Updated September 27, 2010
Your doctor will use your initial pathology report, the results of imaging tests and physical exams to make recommendations about surgery. Ask your treatment team to explain the reasons why they recommend a certain surgery and how it will impact you.
In some cases, you may have a choice about surgery. Your main decision then is whether you want to try to preserve your healthy breast tissue or instead have the entire breast removed. In this section, learn about the most common types of breast cancer surgery.
If you choose breast conservation surgery, the surgeon performs a lumpectomy (also called a partial mastectomy or segmental excision). This is followed by radiation treatment to the remaining breast tissue.
Lumpectomy removes the tumor from your breast, along with a rim of normal tissue, called the margin.
The surgery must remove all the cancer from your breast. Because cancer often cannot be seen, sometimes it may take two or three surgeries to remove it all.
Not everyone can have breast conservation surgery. In general, the tumor needs to be less than five centimeters across. It must also be in only one area of your breast. Your breast must be large enough for the surgery to leave a good-looking result, and you must be able and willing to get radiation therapy.
If you cannot have breast conservation because of the size or extent of the tumor and you wish to do so, you may be able to get chemotherapy or hormonal therapy before surgery to shrink the tumor. This is called neoadjuvant therapy.
In some cases, the surgeon may recommend a mastectomy, removing the entire breast. This is done for a variety of reasons. Perhaps you have several tumors in different parts of the breast or in the area of your nipple. Previous breast cancer in the same breast, large tumors or aggressive tumors warrant mastectomy as well.
With early-stage breast cancer, you probably will not need radiation therapy after mastectomy, since all breast tissue has been removed. But sometimes radiation is still needed, so talk with your treatment team. If you have a mastectomy, you may choose to have breast reconstruction, either at the time of surgery or later on.
Some women have the choice of lumpectomy or mastectomy. Studies show that lumpectomy followed by radiation therapy works as effectively as mastectomy in treating early-stage breast cancers.
Talk to your medical team about what type of surgery may be right for you.
Other Breast Cancer Surgeries
If you have an invasive cancer, your surgeon will need to look at the lymph nodes under your arms. These lymph nodes, also called axillary nodes, may contain cancer. This surgery, called lymph node biopsy, will be done at the same time as your breast surgery. This information will help you and your treatment team learn the stage of the cancer. Then you can figure out what treatment you might need in addition to surgery and radiation.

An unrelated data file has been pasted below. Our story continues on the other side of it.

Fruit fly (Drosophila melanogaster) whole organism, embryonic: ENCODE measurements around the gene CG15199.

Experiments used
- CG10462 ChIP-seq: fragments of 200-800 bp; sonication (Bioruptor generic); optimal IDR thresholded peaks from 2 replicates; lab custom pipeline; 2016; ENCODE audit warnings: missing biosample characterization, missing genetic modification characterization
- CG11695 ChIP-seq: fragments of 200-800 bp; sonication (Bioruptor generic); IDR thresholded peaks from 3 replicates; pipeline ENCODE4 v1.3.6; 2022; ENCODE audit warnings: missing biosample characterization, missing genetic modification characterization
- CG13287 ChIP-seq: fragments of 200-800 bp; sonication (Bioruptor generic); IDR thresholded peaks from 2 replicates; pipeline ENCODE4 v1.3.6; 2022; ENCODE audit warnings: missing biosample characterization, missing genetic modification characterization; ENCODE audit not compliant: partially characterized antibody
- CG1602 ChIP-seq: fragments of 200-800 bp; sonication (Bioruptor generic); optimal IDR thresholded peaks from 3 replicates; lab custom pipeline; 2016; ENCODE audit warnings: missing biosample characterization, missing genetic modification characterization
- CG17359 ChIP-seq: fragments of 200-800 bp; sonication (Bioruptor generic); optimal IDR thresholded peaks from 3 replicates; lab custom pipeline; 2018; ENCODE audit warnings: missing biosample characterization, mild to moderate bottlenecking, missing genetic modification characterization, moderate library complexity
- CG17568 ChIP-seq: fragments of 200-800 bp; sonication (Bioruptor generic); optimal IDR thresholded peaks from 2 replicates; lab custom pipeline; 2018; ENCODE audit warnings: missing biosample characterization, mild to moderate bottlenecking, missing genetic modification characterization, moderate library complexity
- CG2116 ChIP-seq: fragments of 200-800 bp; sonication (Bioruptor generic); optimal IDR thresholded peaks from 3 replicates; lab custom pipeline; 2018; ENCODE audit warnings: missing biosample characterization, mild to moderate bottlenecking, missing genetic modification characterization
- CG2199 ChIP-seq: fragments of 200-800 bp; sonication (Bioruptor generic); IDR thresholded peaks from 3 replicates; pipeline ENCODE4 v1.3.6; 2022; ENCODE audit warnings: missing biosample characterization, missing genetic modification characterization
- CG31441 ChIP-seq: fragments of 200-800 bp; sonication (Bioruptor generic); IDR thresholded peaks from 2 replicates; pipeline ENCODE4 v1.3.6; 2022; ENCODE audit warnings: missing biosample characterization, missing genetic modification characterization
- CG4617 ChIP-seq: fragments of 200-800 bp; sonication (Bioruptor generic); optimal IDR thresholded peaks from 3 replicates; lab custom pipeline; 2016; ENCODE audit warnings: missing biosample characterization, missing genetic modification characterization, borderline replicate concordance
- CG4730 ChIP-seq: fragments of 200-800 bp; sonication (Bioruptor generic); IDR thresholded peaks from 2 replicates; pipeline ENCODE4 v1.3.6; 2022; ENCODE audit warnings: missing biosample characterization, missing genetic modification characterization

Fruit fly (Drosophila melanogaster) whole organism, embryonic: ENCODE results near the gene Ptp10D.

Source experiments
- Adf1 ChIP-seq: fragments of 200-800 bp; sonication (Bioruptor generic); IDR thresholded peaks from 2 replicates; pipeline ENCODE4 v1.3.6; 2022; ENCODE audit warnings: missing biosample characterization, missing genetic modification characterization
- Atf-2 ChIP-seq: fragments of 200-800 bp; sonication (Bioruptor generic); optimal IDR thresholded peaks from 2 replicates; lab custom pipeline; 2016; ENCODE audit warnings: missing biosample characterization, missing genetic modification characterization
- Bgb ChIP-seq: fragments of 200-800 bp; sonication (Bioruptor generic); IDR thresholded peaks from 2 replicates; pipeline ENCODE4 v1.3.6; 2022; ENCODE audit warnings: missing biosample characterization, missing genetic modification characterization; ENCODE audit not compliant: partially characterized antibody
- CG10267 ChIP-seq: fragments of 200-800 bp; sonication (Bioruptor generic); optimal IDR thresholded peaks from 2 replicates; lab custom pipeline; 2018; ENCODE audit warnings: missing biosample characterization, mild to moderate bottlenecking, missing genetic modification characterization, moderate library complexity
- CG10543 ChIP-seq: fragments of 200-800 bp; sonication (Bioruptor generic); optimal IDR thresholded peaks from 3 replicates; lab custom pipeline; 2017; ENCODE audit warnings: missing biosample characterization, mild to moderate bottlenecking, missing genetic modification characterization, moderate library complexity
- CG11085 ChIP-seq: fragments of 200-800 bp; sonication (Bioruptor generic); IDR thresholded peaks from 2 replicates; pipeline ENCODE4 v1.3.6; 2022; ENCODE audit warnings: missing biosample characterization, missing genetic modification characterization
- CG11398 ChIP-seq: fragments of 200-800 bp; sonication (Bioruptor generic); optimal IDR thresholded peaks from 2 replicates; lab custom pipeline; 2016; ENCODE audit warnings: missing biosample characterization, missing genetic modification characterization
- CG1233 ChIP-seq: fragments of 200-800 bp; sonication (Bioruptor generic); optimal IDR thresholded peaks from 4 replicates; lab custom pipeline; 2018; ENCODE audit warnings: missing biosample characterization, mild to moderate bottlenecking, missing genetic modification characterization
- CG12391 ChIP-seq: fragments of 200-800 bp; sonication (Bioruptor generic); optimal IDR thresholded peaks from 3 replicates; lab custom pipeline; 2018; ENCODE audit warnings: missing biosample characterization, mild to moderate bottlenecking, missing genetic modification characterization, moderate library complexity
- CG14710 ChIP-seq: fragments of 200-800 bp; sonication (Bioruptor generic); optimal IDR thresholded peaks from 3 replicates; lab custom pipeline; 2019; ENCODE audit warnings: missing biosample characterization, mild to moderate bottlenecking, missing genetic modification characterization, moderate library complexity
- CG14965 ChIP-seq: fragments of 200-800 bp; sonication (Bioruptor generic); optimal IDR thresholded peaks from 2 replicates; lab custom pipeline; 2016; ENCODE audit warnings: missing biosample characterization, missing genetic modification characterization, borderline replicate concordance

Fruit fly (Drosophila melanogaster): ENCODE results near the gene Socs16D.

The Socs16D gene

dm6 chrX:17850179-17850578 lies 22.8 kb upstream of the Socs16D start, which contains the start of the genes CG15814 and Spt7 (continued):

Your doctor will examine your lymph nodes. If the tumor is less than three centimeters across and the lymph nodes underneath your arm are not enlarged, then you should have a sentinel lymph node biopsy at the time of your surgery.
In this surgery, the doctor removes the sentinel nodes, the first axillary lymph nodes that normally drain fluid from the breast. If cancer travels away from the breast, sentinel nodes are the first place it travels. There are many ways to find the sentinel nodes. Your doctors should describe their method to you.
The surgeon will test the sentinel nodes to see whether they contain cancer. If they do not, no more nodes will be removed. If they do, your surgeon may remove more axillary lymph nodes. This could happen at the time of your sentinel node biopsy or at another surgery.
If the tumor in your breast is larger than three centimeters across or your lymph nodes are enlarged before your breast biopsy, you will not have a sentinel lymph node biopsy. Instead, you will have an axillary lymph node dissection. This involves removal of most of the lymph nodes under the arm. Axillary dissection, a more extensive surgery, has a higher risk for long-term side effects, including lymphedema.
Before surgery, ask whether you will have a sentinel lymph node biopsy or axillary dissection. Ask why the surgeon recommends one over the other, and ask about the risks for short- and long-term side effects.
If your surgeon recommends a mastectomy, your entire breast will be removed. After this procedure, you have options to reconstruct your breast. You may choose to pursue them or not. Every case is different. Remember there is no “right answer,” just the best one for you.
There are many types of reconstructive surgery. You can choose to have your breast rebuilt at the time of your mastectomy, or even months or years later.
Another option that does not involve a surgical procedure is a prosthesis, an artificial breast form that fits into your bra. A prosthesis helps you keep a breast shape when you wear clothes.
Or you may choose not to have reconstructive surgery or use a prosthesis.
You have options, and you can take your time to decide. Some choices may make sense for you and your lifestyle, and some may not.
Read about the providers who helped us write this page in our Guide for the Newly Diagnosed.